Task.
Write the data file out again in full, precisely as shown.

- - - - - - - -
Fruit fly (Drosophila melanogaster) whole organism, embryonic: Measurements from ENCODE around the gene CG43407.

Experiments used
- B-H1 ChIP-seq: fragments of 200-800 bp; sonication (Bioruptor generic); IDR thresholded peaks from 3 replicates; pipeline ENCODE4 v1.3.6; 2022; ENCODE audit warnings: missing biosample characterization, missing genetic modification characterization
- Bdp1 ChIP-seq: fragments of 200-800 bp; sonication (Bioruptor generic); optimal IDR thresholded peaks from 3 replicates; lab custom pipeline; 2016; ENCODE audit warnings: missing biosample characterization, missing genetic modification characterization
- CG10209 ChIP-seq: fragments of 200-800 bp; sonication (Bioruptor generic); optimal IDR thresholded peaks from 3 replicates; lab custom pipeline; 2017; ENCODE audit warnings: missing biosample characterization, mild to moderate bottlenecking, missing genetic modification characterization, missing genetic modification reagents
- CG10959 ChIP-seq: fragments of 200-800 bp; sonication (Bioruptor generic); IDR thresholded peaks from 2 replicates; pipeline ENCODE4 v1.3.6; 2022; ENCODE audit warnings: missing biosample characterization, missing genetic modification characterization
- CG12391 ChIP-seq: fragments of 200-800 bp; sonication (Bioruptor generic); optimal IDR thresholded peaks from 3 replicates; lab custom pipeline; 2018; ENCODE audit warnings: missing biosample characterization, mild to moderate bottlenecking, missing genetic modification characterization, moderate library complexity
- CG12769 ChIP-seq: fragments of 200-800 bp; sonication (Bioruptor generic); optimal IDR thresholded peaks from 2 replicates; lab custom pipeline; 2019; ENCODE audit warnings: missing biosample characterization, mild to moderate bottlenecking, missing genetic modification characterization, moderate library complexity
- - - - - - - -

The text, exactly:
Fruit fly (Drosophila melanogaster) whole organism, embryonic: Measurements from ENCODE around the gene CG43407.

Experiments used
- B-H1 ChIP-seq: fragments of 200-800 bp; sonication (Bioruptor generic); IDR thresholded peaks from 3 replicates; pipeline ENCODE4 v1.3.6; 2022; ENCODE audit warnings: missing biosample characterization, missing genetic modification characterization
- Bdp1 ChIP-seq: fragments of 200-800 bp; sonication (Bioruptor generic); optimal IDR thresholded peaks from 3 replicates; lab custom pipeline; 2016; ENCODE audit warnings: missing biosample characterization, missing genetic modification characterization
- CG10209 ChIP-seq: fragments of 200-800 bp; sonication (Bioruptor generic); optimal IDR thresholded peaks from 3 replicates; lab custom pipeline; 2017; ENCODE audit warnings: missing biosample characterization, mild to moderate bottlenecking, missing genetic modification characterization, missing genetic modification reagents
- CG10959 ChIP-seq: fragments of 200-800 bp; sonication (Bioruptor generic); IDR thresholded peaks from 2 replicates; pipeline ENCODE4 v1.3.6; 2022; ENCODE audit warnings: missing biosample characterization, missing genetic modification characterization
- CG12391 ChIP-seq: fragments of 200-800 bp; sonication (Bioruptor generic); optimal IDR thresholded peaks from 3 replicates; lab custom pipeline; 2018; ENCODE audit warnings: missing biosample characterization, mild to moderate bottlenecking, missing genetic modification characterization, moderate library complexity
- CG12769 ChIP-seq: fragments of 200-800 bp; sonication (Bioruptor generic); optimal IDR thresholded peaks from 2 replicates; lab custom pipeline; 2019; ENCODE audit warnings: missing biosample characterization, mild to moderate bottlenecking, missing genetic modification characterization, moderate library complexity